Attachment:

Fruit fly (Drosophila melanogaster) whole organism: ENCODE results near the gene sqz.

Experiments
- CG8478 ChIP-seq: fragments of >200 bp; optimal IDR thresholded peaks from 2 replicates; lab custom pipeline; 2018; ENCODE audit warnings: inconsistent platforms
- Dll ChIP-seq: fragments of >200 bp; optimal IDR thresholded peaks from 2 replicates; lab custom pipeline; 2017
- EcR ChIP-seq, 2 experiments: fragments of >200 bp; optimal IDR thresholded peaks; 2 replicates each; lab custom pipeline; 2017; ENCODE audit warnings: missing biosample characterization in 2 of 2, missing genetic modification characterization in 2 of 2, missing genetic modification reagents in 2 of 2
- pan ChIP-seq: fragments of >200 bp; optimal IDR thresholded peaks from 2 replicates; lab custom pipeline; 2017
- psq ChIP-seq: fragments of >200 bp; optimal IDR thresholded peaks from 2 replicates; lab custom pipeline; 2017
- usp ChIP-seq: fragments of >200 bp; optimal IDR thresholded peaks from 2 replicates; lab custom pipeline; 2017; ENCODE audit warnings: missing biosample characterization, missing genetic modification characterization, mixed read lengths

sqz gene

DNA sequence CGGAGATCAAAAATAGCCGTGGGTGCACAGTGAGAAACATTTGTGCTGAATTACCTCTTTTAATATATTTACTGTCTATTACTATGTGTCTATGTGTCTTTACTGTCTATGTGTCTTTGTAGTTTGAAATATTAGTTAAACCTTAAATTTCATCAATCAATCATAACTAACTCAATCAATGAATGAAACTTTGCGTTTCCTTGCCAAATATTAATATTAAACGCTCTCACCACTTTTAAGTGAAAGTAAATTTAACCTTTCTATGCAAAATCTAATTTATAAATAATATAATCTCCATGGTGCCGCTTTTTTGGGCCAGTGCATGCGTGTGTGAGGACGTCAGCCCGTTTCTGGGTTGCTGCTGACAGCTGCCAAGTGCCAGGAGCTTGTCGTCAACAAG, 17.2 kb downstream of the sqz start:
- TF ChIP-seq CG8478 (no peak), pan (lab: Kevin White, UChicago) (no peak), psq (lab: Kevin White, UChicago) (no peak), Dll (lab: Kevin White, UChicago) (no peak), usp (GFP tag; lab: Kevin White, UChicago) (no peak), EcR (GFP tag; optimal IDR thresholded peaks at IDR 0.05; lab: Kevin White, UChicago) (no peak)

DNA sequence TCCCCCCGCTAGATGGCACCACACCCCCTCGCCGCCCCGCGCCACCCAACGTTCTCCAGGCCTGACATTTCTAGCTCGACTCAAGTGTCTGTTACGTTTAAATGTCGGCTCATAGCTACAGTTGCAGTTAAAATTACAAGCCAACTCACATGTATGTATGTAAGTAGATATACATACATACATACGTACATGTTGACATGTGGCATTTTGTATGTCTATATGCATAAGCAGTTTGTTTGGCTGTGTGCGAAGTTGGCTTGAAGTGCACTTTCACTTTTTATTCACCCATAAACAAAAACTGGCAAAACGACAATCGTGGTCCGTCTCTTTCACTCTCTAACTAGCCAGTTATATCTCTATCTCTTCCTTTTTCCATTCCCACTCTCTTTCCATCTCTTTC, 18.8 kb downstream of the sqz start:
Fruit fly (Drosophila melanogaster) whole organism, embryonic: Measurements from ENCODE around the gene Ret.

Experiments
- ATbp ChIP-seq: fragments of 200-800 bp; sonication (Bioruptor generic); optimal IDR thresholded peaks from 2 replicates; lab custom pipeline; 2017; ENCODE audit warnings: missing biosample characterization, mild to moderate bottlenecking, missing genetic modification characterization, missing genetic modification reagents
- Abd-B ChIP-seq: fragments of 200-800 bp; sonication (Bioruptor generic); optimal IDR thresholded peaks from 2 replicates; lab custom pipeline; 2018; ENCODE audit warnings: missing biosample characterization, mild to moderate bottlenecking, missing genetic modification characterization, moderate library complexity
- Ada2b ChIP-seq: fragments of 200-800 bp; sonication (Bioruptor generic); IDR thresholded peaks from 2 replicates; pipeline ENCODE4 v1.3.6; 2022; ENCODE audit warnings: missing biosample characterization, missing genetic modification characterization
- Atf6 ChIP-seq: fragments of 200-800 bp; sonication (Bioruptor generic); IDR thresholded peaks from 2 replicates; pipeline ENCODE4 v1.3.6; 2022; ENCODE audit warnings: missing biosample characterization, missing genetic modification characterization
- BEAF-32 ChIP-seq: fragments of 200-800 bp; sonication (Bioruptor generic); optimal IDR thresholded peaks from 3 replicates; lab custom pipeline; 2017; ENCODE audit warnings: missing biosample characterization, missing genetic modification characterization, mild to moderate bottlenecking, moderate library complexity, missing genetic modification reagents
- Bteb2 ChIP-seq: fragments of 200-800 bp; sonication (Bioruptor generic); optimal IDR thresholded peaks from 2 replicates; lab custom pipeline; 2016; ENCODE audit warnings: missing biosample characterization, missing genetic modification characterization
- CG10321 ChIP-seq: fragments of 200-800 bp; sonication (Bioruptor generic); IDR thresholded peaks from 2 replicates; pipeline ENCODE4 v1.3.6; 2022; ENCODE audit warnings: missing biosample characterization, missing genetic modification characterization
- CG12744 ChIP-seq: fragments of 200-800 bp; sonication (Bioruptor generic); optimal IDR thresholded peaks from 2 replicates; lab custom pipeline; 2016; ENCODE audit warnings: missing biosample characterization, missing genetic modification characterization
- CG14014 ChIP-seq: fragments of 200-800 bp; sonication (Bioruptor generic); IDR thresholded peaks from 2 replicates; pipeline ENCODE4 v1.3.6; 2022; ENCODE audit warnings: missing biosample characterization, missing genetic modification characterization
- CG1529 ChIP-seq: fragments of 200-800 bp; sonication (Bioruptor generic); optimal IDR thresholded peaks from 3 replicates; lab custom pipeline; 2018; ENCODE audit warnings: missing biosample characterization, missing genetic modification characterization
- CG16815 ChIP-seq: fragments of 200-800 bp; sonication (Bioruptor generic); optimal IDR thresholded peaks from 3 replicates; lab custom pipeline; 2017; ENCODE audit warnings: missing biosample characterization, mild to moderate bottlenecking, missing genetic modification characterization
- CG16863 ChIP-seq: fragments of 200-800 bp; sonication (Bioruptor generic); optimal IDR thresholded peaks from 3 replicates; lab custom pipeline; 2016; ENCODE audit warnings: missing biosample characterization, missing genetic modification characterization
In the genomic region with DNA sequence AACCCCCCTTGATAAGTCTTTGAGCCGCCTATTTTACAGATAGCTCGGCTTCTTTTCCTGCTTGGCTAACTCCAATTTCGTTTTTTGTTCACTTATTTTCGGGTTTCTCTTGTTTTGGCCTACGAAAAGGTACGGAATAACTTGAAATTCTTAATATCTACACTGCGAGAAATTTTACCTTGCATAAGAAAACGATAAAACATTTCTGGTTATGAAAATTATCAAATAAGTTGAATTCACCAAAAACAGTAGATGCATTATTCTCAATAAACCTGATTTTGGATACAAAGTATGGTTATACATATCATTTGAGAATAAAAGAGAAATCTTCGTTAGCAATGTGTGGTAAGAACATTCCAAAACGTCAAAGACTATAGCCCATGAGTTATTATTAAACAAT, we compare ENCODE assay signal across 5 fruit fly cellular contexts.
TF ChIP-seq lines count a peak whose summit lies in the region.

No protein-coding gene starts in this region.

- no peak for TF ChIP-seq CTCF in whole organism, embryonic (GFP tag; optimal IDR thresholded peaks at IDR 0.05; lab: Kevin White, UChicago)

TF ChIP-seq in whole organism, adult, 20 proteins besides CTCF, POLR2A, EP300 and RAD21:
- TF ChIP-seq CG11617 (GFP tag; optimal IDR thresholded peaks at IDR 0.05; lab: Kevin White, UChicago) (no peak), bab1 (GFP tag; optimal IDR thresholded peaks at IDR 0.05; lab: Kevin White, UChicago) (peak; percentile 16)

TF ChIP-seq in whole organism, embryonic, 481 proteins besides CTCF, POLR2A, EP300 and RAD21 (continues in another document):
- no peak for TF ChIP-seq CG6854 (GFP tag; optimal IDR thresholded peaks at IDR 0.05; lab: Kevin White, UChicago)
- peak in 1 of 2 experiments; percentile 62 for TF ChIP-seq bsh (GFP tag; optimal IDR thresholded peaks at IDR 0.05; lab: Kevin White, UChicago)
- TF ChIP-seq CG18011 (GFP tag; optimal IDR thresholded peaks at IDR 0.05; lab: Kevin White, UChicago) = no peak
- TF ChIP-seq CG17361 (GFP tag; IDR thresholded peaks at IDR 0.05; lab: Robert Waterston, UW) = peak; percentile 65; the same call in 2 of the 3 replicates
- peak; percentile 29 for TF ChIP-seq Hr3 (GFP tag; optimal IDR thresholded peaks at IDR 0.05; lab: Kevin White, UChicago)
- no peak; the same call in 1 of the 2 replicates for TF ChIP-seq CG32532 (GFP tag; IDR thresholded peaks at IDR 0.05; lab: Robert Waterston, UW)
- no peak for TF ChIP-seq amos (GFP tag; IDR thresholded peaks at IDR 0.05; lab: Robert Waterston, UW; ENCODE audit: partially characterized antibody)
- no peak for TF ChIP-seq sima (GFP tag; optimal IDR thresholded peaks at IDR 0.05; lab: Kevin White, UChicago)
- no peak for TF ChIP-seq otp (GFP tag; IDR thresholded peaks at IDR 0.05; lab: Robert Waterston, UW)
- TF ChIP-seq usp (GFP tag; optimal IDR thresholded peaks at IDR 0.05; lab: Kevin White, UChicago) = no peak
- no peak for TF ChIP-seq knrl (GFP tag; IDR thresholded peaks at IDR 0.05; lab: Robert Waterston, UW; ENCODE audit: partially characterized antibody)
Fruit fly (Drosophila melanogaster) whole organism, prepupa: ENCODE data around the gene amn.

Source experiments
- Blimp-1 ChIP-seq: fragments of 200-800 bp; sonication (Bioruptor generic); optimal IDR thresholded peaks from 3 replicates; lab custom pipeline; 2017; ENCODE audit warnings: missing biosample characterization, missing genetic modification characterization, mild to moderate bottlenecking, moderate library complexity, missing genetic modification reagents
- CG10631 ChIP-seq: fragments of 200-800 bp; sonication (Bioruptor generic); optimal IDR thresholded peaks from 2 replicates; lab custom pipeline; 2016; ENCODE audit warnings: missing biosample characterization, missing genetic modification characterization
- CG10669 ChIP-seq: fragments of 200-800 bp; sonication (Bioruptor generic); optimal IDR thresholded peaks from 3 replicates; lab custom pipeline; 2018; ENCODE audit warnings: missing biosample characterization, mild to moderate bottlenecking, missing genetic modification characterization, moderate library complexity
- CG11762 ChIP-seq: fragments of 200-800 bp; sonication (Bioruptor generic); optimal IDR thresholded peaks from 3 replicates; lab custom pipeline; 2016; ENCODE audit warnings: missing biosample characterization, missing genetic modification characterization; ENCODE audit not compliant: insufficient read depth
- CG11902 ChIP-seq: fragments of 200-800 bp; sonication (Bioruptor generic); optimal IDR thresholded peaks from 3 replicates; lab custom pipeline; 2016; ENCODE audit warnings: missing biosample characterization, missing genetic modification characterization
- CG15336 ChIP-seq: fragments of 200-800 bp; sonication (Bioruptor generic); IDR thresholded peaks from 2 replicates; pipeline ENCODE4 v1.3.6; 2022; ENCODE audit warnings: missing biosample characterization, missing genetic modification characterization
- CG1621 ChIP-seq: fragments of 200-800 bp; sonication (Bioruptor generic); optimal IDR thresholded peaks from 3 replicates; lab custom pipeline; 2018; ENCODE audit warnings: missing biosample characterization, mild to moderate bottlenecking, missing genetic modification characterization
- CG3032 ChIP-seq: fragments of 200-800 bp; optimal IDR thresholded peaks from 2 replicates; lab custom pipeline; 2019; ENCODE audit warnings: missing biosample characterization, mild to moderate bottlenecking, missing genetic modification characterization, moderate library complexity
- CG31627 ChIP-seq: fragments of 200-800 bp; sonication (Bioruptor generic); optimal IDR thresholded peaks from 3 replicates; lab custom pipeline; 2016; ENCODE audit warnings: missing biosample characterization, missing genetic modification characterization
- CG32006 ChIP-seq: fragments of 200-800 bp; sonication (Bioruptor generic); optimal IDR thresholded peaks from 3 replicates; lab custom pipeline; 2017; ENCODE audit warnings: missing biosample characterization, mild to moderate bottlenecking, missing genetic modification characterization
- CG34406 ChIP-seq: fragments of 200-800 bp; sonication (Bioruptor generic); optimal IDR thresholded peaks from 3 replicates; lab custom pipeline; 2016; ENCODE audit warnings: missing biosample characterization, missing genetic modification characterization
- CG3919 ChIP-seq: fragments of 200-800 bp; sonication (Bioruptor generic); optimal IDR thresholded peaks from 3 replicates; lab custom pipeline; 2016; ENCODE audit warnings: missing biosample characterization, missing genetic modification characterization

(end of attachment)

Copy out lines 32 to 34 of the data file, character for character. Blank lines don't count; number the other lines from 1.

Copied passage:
- TF ChIP-seq CG11617 (GFP tag; optimal IDR thresholded peaks at IDR 0.05; lab: Kevin White, UChicago) (no peak), bab1 (GFP tag; optimal IDR thresholded peaks at IDR 0.05; lab: Kevin White, UChicago) (peak; percentile 16)

TF ChIP-seq in whole organism, embryonic, 481 proteins besides CTCF, POLR2A, EP300 and RAD21 (continues in another document):
- no peak for TF ChIP-seq CG6854 (GFP tag; optimal IDR thresholded peaks at IDR 0.05; lab: Kevin White, UChicago)